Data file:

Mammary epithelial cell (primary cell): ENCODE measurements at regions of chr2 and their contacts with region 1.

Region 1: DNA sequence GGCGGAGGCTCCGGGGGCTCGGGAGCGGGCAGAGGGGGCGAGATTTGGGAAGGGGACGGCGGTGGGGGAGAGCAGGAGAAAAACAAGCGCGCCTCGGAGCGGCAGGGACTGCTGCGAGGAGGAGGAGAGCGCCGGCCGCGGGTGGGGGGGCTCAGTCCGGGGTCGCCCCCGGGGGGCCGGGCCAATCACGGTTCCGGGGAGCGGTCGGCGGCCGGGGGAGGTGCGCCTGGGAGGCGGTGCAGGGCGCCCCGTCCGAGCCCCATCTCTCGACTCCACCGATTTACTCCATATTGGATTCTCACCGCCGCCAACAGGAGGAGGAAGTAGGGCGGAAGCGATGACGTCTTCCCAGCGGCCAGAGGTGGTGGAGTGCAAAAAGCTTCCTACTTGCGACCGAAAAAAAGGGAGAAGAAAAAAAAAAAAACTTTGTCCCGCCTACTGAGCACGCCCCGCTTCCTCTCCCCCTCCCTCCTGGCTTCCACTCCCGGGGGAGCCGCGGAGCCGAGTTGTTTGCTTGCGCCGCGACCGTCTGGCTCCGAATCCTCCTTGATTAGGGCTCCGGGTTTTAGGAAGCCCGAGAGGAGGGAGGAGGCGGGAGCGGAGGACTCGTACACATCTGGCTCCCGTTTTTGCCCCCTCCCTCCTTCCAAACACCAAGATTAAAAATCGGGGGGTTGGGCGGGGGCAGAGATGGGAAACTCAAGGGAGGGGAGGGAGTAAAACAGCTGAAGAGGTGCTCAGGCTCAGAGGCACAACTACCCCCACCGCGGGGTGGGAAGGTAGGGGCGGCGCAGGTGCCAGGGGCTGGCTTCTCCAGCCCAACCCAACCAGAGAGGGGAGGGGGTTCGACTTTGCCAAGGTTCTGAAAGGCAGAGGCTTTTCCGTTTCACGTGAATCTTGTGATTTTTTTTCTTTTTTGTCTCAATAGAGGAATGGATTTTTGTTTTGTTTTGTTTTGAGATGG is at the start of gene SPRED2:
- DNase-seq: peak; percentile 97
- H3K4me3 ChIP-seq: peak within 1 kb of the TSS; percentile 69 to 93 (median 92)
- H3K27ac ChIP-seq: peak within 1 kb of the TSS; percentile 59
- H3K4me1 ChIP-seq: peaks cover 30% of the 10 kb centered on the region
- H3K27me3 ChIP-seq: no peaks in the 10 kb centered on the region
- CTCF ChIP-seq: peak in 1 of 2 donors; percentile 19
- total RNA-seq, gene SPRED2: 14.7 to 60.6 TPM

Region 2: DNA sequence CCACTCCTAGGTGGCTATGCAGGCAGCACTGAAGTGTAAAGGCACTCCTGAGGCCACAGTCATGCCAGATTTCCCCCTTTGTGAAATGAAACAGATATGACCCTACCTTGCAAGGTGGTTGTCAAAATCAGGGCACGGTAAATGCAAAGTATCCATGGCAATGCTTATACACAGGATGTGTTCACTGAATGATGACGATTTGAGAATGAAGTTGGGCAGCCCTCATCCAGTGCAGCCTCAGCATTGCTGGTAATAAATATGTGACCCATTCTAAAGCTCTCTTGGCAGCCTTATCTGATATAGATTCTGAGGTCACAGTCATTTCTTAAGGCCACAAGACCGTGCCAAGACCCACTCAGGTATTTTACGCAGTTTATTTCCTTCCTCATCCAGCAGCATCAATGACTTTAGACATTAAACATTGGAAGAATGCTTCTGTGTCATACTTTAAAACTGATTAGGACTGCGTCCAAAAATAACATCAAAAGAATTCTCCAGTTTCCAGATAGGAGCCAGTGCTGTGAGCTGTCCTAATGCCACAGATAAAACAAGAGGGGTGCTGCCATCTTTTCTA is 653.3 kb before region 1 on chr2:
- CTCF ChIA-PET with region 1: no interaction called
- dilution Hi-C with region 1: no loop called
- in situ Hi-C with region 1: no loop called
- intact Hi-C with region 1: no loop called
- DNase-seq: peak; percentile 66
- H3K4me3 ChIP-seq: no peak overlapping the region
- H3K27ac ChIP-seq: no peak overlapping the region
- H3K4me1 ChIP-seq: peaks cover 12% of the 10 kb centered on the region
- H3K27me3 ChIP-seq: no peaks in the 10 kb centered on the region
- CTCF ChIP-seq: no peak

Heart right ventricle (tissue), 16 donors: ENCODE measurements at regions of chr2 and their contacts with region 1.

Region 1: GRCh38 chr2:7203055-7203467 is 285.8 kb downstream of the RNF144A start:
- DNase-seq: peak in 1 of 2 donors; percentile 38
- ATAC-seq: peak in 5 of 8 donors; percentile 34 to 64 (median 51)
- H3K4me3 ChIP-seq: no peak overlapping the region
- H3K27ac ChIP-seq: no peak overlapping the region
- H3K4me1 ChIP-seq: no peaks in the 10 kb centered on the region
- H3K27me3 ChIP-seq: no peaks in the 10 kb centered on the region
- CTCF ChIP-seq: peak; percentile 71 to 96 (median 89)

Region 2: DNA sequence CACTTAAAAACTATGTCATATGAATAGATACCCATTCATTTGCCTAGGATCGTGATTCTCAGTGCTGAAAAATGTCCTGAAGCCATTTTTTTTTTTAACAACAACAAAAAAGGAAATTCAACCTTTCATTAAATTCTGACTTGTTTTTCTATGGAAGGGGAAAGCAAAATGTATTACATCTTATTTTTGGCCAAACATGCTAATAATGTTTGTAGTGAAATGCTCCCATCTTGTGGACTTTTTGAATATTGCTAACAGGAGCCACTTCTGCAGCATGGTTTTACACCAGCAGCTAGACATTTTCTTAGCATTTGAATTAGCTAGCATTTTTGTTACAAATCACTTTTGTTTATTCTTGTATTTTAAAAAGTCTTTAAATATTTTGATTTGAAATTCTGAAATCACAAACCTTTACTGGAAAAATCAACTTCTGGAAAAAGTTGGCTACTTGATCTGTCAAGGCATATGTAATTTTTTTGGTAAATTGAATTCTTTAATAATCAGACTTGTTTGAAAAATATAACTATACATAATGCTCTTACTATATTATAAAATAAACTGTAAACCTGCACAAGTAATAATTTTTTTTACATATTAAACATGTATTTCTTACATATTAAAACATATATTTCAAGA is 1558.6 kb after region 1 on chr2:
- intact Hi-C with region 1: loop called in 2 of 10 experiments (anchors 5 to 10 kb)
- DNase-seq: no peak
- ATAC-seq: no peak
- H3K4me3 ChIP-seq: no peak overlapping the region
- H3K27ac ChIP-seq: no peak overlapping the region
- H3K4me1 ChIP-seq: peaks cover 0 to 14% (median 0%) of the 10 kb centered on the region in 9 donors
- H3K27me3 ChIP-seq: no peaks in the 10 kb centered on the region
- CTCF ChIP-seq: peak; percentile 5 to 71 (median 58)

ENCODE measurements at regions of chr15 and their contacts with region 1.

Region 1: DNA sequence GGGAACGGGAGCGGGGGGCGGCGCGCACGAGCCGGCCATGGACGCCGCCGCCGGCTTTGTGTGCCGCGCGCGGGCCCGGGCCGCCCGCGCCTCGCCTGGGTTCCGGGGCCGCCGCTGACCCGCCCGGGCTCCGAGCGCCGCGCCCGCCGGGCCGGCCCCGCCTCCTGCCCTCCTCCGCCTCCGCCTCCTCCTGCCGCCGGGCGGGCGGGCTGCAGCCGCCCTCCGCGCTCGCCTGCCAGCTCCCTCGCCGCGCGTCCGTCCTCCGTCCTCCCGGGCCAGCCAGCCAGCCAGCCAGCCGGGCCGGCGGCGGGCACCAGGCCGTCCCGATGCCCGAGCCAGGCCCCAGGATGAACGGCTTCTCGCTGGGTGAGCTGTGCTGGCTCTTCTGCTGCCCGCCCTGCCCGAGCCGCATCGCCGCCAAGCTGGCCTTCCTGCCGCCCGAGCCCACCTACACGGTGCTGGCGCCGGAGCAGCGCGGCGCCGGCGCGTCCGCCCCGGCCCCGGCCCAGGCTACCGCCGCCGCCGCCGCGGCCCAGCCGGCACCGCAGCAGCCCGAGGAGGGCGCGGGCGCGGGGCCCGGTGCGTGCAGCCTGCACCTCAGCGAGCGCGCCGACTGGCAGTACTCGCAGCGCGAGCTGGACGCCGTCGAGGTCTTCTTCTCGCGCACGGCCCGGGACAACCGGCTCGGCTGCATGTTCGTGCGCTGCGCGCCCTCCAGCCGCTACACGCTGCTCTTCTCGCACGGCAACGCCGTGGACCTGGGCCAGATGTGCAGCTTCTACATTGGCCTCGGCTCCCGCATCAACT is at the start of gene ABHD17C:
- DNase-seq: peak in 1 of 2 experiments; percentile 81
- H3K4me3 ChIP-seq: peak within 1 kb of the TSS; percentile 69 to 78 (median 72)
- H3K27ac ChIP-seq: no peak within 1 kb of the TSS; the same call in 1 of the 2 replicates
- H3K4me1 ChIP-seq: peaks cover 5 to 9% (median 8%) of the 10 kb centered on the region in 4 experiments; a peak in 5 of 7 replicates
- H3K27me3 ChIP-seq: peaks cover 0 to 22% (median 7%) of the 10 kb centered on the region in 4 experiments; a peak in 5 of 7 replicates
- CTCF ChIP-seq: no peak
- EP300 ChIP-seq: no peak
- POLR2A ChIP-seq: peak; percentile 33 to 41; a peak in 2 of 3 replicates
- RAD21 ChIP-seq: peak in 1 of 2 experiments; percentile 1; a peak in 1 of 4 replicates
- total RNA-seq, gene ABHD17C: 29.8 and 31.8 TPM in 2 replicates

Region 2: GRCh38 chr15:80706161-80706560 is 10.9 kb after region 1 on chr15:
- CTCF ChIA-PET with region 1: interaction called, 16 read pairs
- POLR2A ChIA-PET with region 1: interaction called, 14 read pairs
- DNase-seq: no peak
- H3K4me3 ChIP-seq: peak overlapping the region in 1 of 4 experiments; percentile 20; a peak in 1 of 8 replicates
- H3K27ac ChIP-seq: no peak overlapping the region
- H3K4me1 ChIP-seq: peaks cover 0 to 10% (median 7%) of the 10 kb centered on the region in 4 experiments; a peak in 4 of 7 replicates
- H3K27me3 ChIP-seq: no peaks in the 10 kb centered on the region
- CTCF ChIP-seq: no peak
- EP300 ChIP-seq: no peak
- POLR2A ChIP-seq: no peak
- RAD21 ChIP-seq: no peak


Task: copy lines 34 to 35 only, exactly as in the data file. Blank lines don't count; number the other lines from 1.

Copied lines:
- H3K4me3 ChIP-seq: no peak overlapping the region
- H3K27ac ChIP-seq: no peak overlapping the region